My friend Brendan can glance at satellite photos and immediately identify their locations in the world, a skill that might have qualified him as a warlock or wizard hundreds of years ago (if satellite photos had existed then). Last week, he and I were trying to figure out whether he could somehow cash in on this skill or use it to advance his career. No, we quickly decided: This is the epitome of a task that computers have evolved to do better than people, whether anyone demands that particular service or not. But seeing Brendan identify Google Earth images in person is still an impressive feat, a great party trick.
That computers can recognize images more accurately than the most adept humans, and then instantly cross-reference the results with any other set of data, requires no explanation. It’s less certain but a true enough generalization that almost anything we call work today, machines will do eventually (as we concurrently keep inventing new things to call work). Technological progress not only eliminates the need for certain tasks in their traditional domains, thereby lowering those tasks’ economic value, but it also gradually eliminates—or amputates, as McLuhan said—the faculties certain people had developed to better perform those tasks. The printing press drastically reduced the need for hand copying as a means of reproducing texts; in the much longer run, it also led to a weakening of the widespread practice of writing by hand. We’ve seen the same phenomenon time after time: technology devaluing the job and amputating the corresponding skill.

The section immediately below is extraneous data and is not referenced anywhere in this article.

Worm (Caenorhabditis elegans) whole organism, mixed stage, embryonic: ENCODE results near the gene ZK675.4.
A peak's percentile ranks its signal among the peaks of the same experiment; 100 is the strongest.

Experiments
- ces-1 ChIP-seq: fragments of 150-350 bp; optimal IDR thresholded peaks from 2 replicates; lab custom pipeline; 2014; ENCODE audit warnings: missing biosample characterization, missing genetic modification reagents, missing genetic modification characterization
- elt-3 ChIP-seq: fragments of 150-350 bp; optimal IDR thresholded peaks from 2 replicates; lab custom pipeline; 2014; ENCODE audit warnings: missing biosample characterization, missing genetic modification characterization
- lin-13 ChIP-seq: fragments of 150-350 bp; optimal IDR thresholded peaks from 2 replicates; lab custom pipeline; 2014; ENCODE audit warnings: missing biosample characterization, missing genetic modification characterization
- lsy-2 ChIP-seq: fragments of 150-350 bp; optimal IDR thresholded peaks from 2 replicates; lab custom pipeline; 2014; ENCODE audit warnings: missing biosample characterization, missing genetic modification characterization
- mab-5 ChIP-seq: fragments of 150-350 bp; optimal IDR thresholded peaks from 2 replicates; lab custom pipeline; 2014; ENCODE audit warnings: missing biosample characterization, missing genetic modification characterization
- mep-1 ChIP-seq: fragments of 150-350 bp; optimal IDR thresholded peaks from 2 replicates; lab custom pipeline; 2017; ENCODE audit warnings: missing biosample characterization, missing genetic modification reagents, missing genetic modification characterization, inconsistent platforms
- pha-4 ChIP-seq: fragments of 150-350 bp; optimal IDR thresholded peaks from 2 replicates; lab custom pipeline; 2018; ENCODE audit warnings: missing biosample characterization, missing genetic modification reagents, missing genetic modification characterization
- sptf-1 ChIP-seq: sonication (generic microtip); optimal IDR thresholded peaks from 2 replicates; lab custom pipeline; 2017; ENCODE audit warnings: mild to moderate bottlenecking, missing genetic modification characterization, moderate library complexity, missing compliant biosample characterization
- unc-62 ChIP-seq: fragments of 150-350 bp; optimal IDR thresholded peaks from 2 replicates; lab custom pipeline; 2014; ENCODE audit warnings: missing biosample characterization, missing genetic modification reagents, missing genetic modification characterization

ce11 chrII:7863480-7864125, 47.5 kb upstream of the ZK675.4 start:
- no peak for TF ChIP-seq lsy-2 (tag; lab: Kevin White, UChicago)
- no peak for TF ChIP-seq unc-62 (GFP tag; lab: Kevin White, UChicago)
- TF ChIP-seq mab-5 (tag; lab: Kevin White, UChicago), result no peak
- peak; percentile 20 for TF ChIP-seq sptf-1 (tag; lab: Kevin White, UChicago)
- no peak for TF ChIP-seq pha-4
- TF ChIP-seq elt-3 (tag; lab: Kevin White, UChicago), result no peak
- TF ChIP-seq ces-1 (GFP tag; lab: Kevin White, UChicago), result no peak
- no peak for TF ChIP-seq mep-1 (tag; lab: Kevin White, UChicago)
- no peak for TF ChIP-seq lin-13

But the automations and amputations of technology are anything but the end for what they supposedly replace. Six hundred years after Gutenberg, almost everyone literate can still write by hand. And handwriting isn’t an exception. Most of what past generations did for money is still being done somewhere, probably for less money and at a smaller scale—a reality only partially explained by William Gibson’s observation that the future is never evenly distributed after it arrives.
The world is weirder and more complex than macroeconomics usually recognizes. What doesn’t contribute to GDP still exists and often still matters. Many abilities that technology debases economically, like Brendan’s knack for recognizing satellite photos, reappear in a hundred other domains: as competitive sports, hobbies, artisanal crafts, tourist attractions, historical preservation objects—the cultural substrate that underpins the productive economy where quantifiable value is added. At the very least, they often make great party tricks. McLuhan observed that the horse thrived as a form of entertainment after becoming obsolete as a mode of transportation. To say that one technology “killed” another obscures the reality that it only fragmented its predecessor and may have actually made its presence in the world more interesting.